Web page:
First, know the difference between theology and tradition. They do not necessarily contradict each other. This reminds me of “Chinese-Christian / Christian-Chinese” debate (or Christianity and other ethnicity in comparison). Just because we are Christians does not mean we cannot be Chinese. In fact, both are true. The difference is the “entry point” into the conversation. Just because we hold a set of theological convictions does not mean we forget the traditions around us. If being Chinese is part of our identity; being a Christian ties together this identity (with the past) with our destiny (for the future). Theology is about God. Traditions is about the practices and beliefs of human beings on earth. Yale theologian, Jaroslav Pelikan once contrasted tradition as good and traditionalism as bad. He writes:
“Tradition is the living faith of the dead; Traditionalism is the dead faith of the living. And I suppose I should add, it is traditionalism that gives tradition such a bad name.”
Have we in our haste to defend our own perspectives given tradition a bad name? A mature believer would know that there is something more important. He would take the position of the Apostle Paul who reminded us about food sacrificed to idols. It is not the food or the idols but the brothers and sisters in Christ that matter more. In that light, if our celebrating of something stumbles another, we should refrain where possible. We can educate. We can demonstrate a fair and well-thought-out practice of the faith that honours tradition without compromising our theology. I believe that is possible. Good faith will have a healthy understanding and place of both theology and tradition.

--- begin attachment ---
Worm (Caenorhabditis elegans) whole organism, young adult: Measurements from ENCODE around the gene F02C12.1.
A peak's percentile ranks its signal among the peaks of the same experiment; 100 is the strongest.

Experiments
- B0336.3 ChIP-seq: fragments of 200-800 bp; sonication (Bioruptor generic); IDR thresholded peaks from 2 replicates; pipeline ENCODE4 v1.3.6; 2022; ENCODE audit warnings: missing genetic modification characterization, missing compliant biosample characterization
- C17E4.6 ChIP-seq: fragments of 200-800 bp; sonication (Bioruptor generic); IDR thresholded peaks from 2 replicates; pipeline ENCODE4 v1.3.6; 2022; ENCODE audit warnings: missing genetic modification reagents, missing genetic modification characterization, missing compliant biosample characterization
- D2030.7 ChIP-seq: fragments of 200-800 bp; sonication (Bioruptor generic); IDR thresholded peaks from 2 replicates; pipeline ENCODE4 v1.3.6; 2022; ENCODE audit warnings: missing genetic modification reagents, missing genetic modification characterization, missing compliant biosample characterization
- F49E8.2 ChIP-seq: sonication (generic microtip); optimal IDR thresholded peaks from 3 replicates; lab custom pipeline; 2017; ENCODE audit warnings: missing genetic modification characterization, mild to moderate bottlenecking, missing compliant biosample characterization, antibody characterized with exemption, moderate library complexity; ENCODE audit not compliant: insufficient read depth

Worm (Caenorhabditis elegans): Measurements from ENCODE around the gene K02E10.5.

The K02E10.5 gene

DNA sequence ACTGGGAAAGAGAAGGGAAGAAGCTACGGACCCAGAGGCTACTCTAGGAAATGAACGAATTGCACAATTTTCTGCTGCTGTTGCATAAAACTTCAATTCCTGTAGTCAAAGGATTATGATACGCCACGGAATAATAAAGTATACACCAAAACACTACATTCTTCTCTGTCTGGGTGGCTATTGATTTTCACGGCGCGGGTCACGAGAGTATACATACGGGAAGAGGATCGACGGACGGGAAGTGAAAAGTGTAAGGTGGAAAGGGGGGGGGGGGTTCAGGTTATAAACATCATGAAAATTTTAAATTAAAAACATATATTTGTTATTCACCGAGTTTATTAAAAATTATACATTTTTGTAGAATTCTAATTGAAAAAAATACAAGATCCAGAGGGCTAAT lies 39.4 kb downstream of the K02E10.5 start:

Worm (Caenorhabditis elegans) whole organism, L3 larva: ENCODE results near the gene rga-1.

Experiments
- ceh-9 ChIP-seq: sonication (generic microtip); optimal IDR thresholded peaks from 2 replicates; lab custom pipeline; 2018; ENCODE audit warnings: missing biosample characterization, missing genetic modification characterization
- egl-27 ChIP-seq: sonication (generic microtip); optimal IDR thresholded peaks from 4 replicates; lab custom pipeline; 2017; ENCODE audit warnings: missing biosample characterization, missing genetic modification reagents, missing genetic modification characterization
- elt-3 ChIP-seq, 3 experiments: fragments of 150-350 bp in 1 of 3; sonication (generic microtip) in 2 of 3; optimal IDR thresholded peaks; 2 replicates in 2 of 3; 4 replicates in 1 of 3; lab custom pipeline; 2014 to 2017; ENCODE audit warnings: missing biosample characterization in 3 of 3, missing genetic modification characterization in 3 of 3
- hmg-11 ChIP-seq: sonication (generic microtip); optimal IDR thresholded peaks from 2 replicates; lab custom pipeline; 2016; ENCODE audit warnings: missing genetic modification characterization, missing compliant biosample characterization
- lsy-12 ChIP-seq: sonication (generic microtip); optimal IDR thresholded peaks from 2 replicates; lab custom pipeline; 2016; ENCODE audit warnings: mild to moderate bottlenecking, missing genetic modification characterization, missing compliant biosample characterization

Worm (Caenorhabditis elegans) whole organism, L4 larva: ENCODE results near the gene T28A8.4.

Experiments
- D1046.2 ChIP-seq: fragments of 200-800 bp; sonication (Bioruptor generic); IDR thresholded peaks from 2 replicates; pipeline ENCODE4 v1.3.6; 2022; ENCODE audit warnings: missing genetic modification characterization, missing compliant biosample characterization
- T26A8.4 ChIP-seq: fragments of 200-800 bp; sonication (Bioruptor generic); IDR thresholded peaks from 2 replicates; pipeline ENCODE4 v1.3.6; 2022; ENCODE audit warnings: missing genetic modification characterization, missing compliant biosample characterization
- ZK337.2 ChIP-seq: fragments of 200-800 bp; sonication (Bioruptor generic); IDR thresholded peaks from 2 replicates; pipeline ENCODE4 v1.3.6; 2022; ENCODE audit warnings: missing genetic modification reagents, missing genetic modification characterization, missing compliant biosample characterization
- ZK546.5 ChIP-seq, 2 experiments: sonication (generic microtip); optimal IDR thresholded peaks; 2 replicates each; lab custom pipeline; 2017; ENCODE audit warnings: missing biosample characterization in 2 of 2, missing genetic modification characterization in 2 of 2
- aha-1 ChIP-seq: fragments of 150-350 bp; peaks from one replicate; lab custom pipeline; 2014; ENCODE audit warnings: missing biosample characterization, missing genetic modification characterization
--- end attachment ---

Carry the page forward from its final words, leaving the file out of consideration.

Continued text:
Second, we are in the world but not of the world. In an increasingly complex world, it is getting very difficult to draw boundary lines. For example, the pervasiveness of the Internet has made it impossible to censor or halt the spread of pornography into our various digital devices. If we unplug the Internet in our homes, there is nothing to stop people from going to a nearby Starbucks or shopping mall to tap on a free WiFi! Education is a much better strategy than restriction. In the same way, it is impossible to live in a city without being exposed to all kinds of influences and cultural symbols. This is the “in the world” environment that we cannot escape from. Our friends, our family members, and our social and business contacts are all part of our everyday life. Given this, I believe Jesus was spot on when he prayed: